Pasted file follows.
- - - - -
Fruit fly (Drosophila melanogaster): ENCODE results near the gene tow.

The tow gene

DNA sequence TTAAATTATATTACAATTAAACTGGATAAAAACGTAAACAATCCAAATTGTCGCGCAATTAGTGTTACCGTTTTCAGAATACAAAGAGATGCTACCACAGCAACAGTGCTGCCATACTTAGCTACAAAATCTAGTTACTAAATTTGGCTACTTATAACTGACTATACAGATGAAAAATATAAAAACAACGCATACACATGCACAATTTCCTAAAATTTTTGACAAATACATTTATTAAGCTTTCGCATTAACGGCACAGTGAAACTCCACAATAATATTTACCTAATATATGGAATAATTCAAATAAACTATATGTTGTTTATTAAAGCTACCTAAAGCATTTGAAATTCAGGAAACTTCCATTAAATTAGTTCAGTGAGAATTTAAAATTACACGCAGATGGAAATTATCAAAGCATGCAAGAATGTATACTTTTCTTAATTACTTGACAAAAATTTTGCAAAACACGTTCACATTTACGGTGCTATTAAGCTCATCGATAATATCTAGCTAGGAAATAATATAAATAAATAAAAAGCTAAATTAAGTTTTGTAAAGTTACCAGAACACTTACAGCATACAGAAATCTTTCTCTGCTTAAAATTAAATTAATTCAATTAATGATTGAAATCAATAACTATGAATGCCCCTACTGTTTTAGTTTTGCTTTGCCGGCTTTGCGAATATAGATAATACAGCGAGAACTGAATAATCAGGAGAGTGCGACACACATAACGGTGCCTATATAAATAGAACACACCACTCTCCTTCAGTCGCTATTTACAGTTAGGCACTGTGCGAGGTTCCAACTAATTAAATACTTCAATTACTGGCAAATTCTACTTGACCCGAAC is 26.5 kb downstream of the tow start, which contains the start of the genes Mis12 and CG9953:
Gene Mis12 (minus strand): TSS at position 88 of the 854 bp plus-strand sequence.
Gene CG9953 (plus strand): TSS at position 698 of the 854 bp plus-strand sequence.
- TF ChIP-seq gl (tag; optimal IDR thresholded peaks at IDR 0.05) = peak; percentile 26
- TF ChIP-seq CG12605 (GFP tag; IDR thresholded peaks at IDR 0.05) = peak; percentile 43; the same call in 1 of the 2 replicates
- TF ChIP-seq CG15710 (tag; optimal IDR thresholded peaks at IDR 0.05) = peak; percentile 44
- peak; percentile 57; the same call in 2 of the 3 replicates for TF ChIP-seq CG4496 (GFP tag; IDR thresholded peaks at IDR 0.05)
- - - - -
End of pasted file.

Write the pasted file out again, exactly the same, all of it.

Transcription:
Fruit fly (Drosophila melanogaster): ENCODE results near the gene tow.

The tow gene

DNA sequence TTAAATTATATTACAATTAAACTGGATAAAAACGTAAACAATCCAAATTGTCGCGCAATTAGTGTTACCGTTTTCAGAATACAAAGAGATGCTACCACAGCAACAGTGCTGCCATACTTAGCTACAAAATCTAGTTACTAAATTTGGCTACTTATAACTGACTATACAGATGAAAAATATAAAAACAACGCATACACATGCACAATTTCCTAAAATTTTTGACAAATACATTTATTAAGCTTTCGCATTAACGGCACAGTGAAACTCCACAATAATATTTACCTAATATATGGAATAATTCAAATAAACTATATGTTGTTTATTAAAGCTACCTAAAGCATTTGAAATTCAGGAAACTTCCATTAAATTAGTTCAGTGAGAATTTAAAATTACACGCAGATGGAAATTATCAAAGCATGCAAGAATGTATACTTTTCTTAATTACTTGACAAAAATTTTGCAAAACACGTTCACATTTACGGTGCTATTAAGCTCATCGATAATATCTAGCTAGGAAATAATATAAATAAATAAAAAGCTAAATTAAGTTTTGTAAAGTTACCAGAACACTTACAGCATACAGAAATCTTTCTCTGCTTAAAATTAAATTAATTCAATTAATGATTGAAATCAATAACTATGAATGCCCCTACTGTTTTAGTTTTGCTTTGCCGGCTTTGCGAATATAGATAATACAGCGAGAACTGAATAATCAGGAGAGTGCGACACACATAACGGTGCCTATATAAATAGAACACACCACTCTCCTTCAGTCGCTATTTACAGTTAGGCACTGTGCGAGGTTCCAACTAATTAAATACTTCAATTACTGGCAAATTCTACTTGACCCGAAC is 26.5 kb downstream of the tow start, which contains the start of the genes Mis12 and CG9953:
Gene Mis12 (minus strand): TSS at position 88 of the 854 bp plus-strand sequence.
Gene CG9953 (plus strand): TSS at position 698 of the 854 bp plus-strand sequence.
- TF ChIP-seq gl (tag; optimal IDR thresholded peaks at IDR 0.05) = peak; percentile 26
- TF ChIP-seq CG12605 (GFP tag; IDR thresholded peaks at IDR 0.05) = peak; percentile 43; the same call in 1 of the 2 replicates
- TF ChIP-seq CG15710 (tag; optimal IDR thresholded peaks at IDR 0.05) = peak; percentile 44
- peak; percentile 57; the same call in 2 of the 3 replicates for TF ChIP-seq CG4496 (GFP tag; IDR thresholded peaks at IDR 0.05)